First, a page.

Six months after they settled in this new and strange land a third friend joined them. His name was John Vocolis from Chicago. His purpose was to pool his resources and efforts and SHARE his luck with that of the two pioneers. With the addition of a new friend to the group many gaps were filled and many needs of their secluded life were satisfied. Besides his meager personal funds, which Vocolis contributed to the common treasury, he had a well-rounded, encyclopedic knowledge and knew how to face many problems that they were confronted with in their daily life. Moreover he knew the principles of good housekeeping and could minister to the needs of his fellowmen.

William Papageorge - a close friend of Jason Malbis

John was an admirer and profound student of the Holy Scripture. He had a remarkable knowledge of the Word of God and of the teachings of the Gospel. The sorrows and disappointments began vanishing and the heavy burden of trials and privations was made lighter thanks to the daily study of the Bible. In this manner the three friends comprised a Christian brotherhood. They worked together with one mind and soul and closely cooperated for the success of their common cause. They ingrudgingly endured the toil and excessive heat of the sun as well as the cold of the winter. They tried to brighten the dullness of their life and relaxed from their labors with songs, jokes, and the anecdotes of their homeland. Above all, they were cheered by the words of wisdom and courage with which their friend Malbis always counselled them.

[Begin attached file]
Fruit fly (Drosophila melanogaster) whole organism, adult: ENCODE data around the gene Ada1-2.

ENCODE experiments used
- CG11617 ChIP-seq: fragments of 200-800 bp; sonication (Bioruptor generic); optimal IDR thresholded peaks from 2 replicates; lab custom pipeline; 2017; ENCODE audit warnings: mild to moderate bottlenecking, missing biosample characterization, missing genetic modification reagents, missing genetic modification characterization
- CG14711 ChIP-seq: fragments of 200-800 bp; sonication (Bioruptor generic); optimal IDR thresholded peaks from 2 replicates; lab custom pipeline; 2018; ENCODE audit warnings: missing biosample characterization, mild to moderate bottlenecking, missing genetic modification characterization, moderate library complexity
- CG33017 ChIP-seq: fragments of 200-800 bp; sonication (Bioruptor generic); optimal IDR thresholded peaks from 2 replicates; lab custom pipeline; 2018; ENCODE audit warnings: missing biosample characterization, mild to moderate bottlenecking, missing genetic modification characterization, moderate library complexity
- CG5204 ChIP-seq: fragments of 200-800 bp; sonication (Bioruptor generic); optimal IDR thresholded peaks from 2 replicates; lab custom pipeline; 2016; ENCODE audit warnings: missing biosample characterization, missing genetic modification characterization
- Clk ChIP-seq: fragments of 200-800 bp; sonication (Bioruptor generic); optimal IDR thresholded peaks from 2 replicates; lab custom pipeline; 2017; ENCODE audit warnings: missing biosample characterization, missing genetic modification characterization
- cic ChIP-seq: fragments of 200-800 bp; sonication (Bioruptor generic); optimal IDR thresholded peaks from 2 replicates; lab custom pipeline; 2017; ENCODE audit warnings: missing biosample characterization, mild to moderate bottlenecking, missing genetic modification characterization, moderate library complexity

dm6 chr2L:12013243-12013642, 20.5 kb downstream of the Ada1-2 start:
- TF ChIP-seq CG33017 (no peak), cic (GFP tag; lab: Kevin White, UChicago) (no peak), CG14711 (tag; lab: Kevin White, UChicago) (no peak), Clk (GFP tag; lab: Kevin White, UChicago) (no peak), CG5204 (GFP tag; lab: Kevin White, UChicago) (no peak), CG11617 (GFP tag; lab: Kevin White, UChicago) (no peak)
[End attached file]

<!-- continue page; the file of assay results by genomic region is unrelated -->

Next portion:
The results of their work, however, were none too encouraging and for the first few years they just about secured the bare essentials for survival. But as usual when their monetary means gave out they took recourse to friends and acquaintances in the big cities of Chicago, New York, Miami, etc., who gave them small loans which they would later repay with interest. Later, two more friends arrived from Chicago. They brought with them their small savings and contributed them to the common fund. The principle had already been established that there would be no private possession of money, but that all earnings would go into a common pool. And to this day that policy has been a basic way of life in the Malbis Plantation.

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